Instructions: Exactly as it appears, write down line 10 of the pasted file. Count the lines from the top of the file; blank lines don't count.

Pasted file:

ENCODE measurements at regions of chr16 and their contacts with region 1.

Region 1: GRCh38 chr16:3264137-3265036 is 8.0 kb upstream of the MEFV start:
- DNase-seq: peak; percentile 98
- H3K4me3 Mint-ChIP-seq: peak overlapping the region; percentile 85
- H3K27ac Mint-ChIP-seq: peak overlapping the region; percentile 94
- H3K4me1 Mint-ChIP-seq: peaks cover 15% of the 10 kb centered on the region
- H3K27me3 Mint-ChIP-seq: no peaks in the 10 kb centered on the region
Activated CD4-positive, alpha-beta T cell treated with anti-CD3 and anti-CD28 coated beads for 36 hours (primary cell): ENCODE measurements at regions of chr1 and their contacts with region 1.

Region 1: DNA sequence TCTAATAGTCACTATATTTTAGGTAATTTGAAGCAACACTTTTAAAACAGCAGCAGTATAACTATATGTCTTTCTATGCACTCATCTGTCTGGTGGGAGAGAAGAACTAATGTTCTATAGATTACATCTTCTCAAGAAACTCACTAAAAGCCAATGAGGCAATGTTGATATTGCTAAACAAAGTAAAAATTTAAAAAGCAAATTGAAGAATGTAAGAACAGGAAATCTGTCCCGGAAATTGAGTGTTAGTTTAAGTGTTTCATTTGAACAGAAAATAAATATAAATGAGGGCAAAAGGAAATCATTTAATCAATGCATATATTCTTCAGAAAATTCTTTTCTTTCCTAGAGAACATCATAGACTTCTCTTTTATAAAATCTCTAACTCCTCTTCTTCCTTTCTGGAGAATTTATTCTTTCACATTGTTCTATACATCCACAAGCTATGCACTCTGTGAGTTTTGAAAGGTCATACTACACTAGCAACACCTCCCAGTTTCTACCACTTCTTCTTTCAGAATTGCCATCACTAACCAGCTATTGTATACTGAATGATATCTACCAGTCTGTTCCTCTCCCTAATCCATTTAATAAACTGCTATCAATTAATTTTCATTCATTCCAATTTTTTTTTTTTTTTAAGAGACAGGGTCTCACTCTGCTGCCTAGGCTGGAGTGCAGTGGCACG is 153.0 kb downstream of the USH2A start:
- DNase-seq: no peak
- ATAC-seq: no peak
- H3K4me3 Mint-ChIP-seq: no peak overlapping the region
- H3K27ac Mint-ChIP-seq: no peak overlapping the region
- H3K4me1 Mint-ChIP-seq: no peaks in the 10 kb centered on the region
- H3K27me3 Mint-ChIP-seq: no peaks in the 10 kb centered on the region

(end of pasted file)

- DNase-seq: no peak